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Two Convicts In Bilkis Bano Case Challenge SC Verdict On Cancellation Of Early Release

Two convicts from the Bilkis Bano gang rape case have appealed to the Supreme Court, contesting its contradictory rulings on their early release, citing an 'anomalous' situation and calling for a referral to a larger bench for resolution.

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Convicts in the Bilkis Bano gang rape case challenge a recent Supreme Court decision on their early release.
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Two individuals convicted in the Bilkis Bano gang rape case have moved the Supreme Court to contest its recent decision revoking their early release. Radheyshaym Bhagwandas Shah and Rajubhai Babulal Soni, both among the 11 individuals convicted in the case, have filed a petition seeking a referral to a larger bench for a final adjudication. The petition highlights a perceived anomaly arising from contradictory views of two Supreme Court benches, both comprising two judges, on the issue of premature release and the applicable state government's policy.

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According to the plea filed through advocate Rishi Malhotra, one bench on May 13, 2022, directed the Gujarat government to consider Shah's application for premature release, citing the state government's remission policy. However, another bench, on January 8, 2024, concluded that it was the Maharashtra government, not Gujarat, that held the authority to grant remission. The petition contends that this situation creates confusion and calls for a resolution to maintain legal consistency.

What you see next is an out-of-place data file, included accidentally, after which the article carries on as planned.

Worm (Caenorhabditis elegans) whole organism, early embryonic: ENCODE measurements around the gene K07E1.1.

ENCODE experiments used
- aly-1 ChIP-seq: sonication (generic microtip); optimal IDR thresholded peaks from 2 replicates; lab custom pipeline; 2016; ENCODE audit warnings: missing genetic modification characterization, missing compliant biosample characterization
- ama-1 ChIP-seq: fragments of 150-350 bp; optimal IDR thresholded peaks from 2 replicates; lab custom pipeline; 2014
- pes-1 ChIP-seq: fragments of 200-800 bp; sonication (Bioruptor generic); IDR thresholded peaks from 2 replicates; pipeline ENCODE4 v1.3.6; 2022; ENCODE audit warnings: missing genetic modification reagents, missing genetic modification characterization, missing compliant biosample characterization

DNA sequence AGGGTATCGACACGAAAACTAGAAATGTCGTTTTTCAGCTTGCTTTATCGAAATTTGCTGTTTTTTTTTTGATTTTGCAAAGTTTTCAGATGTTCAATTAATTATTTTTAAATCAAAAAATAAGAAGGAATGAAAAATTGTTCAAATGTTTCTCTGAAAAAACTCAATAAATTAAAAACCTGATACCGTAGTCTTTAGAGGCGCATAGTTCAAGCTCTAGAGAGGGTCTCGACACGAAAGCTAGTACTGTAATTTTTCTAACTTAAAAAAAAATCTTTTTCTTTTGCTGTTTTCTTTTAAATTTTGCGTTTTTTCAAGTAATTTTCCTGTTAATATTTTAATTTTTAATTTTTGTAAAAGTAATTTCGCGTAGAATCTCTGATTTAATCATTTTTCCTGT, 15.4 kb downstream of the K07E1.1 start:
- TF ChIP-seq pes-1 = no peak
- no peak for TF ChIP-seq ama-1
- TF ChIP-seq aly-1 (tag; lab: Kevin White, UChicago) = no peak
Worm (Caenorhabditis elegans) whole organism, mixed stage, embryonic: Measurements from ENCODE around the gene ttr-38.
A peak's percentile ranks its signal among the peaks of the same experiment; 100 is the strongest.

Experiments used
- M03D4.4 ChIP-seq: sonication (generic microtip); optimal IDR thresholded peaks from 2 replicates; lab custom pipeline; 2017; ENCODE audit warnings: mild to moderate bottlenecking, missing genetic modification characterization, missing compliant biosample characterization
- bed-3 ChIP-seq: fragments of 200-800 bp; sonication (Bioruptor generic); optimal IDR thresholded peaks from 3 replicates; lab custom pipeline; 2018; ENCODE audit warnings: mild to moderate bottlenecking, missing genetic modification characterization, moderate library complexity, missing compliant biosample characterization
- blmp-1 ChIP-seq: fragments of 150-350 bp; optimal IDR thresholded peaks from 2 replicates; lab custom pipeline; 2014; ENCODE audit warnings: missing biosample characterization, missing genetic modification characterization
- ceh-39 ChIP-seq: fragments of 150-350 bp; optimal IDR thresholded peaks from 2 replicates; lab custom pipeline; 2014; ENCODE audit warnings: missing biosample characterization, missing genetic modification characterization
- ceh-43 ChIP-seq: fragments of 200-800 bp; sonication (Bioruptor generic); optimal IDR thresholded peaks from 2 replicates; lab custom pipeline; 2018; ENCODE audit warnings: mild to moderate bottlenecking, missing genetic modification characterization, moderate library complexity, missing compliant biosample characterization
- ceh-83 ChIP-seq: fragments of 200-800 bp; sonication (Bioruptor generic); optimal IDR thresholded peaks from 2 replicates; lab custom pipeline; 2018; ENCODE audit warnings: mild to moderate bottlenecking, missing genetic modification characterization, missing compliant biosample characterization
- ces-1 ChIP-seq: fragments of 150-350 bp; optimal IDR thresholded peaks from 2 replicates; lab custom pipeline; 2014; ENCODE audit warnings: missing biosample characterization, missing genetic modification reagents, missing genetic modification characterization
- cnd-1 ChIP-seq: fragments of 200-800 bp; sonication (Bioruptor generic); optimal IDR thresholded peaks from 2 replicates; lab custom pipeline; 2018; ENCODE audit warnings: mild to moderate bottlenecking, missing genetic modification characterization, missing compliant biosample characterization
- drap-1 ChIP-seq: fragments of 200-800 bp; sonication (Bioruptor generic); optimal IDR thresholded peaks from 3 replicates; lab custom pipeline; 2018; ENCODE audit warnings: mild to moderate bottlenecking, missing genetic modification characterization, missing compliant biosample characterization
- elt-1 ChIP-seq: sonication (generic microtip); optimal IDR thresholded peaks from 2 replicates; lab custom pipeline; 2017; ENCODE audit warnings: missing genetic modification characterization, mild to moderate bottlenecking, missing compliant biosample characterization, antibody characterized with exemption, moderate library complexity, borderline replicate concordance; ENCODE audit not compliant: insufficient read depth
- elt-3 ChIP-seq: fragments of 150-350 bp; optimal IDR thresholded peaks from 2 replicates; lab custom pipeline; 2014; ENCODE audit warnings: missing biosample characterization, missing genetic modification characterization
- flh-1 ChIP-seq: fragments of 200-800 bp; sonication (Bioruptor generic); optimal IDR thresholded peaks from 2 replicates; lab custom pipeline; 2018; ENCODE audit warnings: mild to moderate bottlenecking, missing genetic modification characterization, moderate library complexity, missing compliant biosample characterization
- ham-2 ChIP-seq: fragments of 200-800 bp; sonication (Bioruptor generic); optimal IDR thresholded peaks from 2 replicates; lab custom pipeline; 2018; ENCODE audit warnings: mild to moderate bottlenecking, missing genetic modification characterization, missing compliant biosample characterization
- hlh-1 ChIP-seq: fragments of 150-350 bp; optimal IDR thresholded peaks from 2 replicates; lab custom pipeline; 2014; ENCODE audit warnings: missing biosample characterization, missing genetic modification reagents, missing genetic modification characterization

On January 8, the Supreme Court nullified the remission granted to all 11 men convicted in the Bilkis Bano case. The court directed them to surrender within two weeks, asserting that the Gujarat government had improperly exercised its power to order premature release, indicating complicity with the prisoners. Shah and Soni, in their recent petition, argue that this order contradicts established legal principles and judicial propriety.

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The petition further references a Constitution bench decision in the Rupa Ashok Hurra case (2002), indicating that the victim's proper recourse would be to file a curative petition, rather than a writ petition questioning the earlier order of May 13. The convicts assert that the January 8 judgment goes against this established legal precedent and should be set aside to prevent judicial impropriety and maintain clarity in future legal proceedings.

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